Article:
Roots the Bible in the four elements; the sparse text and overly simplistic ending disappoint, but the images save the day.

THE STORY OF US

The biblical story, from Creation through the Resurrection and beyond, summarized.

Focusing on the four elements, aka Them, Perkins begins with Creation: “One day, Creator came— / to sort the mess, / using Them to make Us. / Air. / Water. / Earth. / Fire.” Several spreads of the first man and woman enjoying the Garden of Eden and its flora and fauna follow. But then, “We said, ‘No, Creator,’ ” after which They also rose up against the couple: “Tornado. / Flood. / Earthquake. / Inferno.” Thus begins a war between nature and humans…until Redeemer comes, “using Them to serve Us.” The next spreads show Jesus’ ministry, using dirt to heal a blind man, water to wash feet, air to draw a last breath on the cross, and fire to cook fish for his friends after his resurrection. A final page, requiring a 90-degree turn of the book, shows an idyllic scene of people of various races and ages enjoying a park: “At peace— / Them and Us,” a rather misleading statement amid today’s natural disasters, climate change, and pollution that many children will recognize as patently facile and false. The illustrations by the Howdeshells, a married couple, are beautiful and full of meaning that partially fills in the vital missing pieces that Perkins’ spares verse leaves out. Still, those without a solid religious background will be lost. (This book was reviewed digitally.)

Roots the Bible in the four elements; the sparse text and overly simplistic ending disappoint, but the images save the day. (Religious picture book. 7-10)

Pub Date: Sept. 20, 2022

ISBN: 978-1-5064-8284-2

Page Count: 32

Publisher: Beaming Books

Review Posted Online: May 25, 2022

Kirkus Reviews Issue: June 15, 2022

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Go adventuring with a better guide.

50 ADVENTURES IN THE 50 STATES

From the The 50 States series

Find something to do in every state in the U.S.A.!

This guide highlights a location of interest within each of the states, therefore excluding Washington, D.C., and the territories. Trivia about each location is scattered across crisply rendered landscapes that background each state’s double-page spread while diminutive, diverse characters populate the scenes. Befitting the title, one “adventure” is presented per state, such as shrimping in Louisiana’s bayous, snowshoeing in Connecticut, or celebrating the Fourth of July in Boston. While some are stereotypical gimmes (surfing in California), others have the virtue of novelty, at least for this audience, such as viewing the sandhill crane migration in Nebraska. Within this thematic unity, some details go astray, and readers may find themselves searching in vain for animals mentioned. The trivia is plentiful but may be misleading, vague, or incorrect. Information about the Native American peoples of the area is often included, but its brevity—especially regarding sacred locations—means readers are floundering without sufficient context. The same is true for many of the facts that relate directly to expansion and colonialism, such as the unexplained near extinction of bison. Describing the genealogical oral history of South Carolina’s Gullah community as “spin[ning] tales” is equally brusque and offensive. The book tries to do a lot, but it is more style than substance, which may leave readers bored, confused, slightly annoyed—or all three. (This book was reviewed digitally with 12.2-by-20.2-inch double-page spreads viewed at 80% of actual size.)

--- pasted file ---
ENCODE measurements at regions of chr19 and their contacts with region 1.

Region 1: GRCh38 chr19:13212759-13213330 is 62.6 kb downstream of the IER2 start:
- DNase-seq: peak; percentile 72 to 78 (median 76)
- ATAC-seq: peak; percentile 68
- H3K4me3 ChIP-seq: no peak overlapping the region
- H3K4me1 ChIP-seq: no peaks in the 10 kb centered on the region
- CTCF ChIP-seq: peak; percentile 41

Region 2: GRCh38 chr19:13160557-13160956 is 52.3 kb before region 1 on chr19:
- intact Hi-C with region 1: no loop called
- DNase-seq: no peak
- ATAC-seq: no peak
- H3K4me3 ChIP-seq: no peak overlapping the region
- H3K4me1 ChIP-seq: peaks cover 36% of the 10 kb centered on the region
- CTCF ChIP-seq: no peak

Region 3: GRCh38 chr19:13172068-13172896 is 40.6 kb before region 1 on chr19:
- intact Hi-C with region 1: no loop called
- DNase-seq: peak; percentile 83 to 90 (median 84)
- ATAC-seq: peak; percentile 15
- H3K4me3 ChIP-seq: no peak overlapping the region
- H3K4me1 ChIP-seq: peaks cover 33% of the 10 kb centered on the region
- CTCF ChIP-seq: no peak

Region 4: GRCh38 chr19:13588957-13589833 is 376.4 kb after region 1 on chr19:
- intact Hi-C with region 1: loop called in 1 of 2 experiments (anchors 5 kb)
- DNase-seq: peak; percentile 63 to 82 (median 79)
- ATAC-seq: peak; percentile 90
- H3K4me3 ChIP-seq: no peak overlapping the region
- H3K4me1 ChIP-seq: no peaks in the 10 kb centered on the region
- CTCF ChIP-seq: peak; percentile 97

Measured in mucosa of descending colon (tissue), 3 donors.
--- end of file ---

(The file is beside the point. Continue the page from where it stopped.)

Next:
Go adventuring with a better guide. (tips on local adventuring, index) (Nonfiction. 8-10)

Pub Date: Oct. 6, 2020

ISBN: 978-0-7112-5445-9

Page Count: 112

Publisher: Wide Eyed Editions

Review Posted Online: July 28, 2020

Kirkus Reviews Issue: Aug. 15, 2020

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A well-intentioned book that does not successfully grapple with the complexity and challenge of its subject matter.

COURAGEOUS WORLD CHANGERS

50 TRUE STORIES OF DARING WOMEN OF GOD

Redmond introduces readers to Christian women from all over the world who made an impact on society.

Well-known political activists, athletes, missionaries, and many more are included along with various other strong and brave women who are less known, such as Ni Kwei-Tseng Soong and Christine Caine. Each of these 50 women has a dedicated spread, with a full-page illustration on recto and text on verso that provides readers with a brief history of her childhood. With this background, readers can understand how each woman has come to be celebrated. In each minibiography, the subject is quoted testifying to God’s presence and influence in her life. While a book dedicated to empowered Christian women is enlightening to read, it portrays all of these women uncomplicatedly as heroes. The view of missionary work it presents is outdated and biased, betraying a fundamental lack of cultural respect and appreciation, a point inadvertently driven home in the profile of Narcissa Whitman, a white woman who, as she wrote, worked for the “salvation” of “benighted [American] Indians.” Probably unsurprisingly, the entry on Pocahontas (depicted in a skimpy buckskin dress) does not acknowledge the traditional Powhatan counternarrative that she was kidnapped and raped rather than voluntarily converting to Christianity.

A well-intentioned book that does not successfully grapple with the complexity and challenge of its subject matter. (Collective biography. 7-10)

Pub Date: Jan. 7, 2020

ISBN: 978-0-7369-7734-0

Page Count: 112

Publisher: Harvest House

Review Posted Online: Nov. 10, 2019

Kirkus Reviews Issue: Dec. 1, 2019

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